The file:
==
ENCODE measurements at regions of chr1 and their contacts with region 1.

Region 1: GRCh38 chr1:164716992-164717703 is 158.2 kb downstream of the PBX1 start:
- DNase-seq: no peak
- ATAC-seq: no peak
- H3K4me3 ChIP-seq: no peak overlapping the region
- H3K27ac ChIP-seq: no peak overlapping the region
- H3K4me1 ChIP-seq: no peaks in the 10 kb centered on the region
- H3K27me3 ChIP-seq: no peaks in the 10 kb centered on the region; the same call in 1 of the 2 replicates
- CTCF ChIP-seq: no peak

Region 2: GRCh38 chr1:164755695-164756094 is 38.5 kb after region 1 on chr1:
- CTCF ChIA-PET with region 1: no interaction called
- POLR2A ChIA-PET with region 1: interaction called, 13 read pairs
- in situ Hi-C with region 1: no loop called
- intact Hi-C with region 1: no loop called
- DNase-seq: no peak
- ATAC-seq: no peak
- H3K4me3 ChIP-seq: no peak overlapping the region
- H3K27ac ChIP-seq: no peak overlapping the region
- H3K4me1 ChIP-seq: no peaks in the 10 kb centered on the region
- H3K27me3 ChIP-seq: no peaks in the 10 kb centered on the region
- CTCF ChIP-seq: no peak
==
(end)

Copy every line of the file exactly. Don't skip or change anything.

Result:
ENCODE measurements at regions of chr1 and their contacts with region 1.

Region 1: GRCh38 chr1:164716992-164717703 is 158.2 kb downstream of the PBX1 start:
- DNase-seq: no peak
- ATAC-seq: no peak
- H3K4me3 ChIP-seq: no peak overlapping the region
- H3K27ac ChIP-seq: no peak overlapping the region
- H3K4me1 ChIP-seq: no peaks in the 10 kb centered on the region
- H3K27me3 ChIP-seq: no peaks in the 10 kb centered on the region; the same call in 1 of the 2 replicates
- CTCF ChIP-seq: no peak

Region 2: GRCh38 chr1:164755695-164756094 is 38.5 kb after region 1 on chr1:
- CTCF ChIA-PET with region 1: no interaction called
- POLR2A ChIA-PET with region 1: interaction called, 13 read pairs
- in situ Hi-C with region 1: no loop called
- intact Hi-C with region 1: no loop called
- DNase-seq: no peak
- ATAC-seq: no peak
- H3K4me3 ChIP-seq: no peak overlapping the region
- H3K27ac ChIP-seq: no peak overlapping the region
- H3K4me1 ChIP-seq: no peaks in the 10 kb centered on the region
- H3K27me3 ChIP-seq: no peaks in the 10 kb centered on the region
- CTCF ChIP-seq: no peak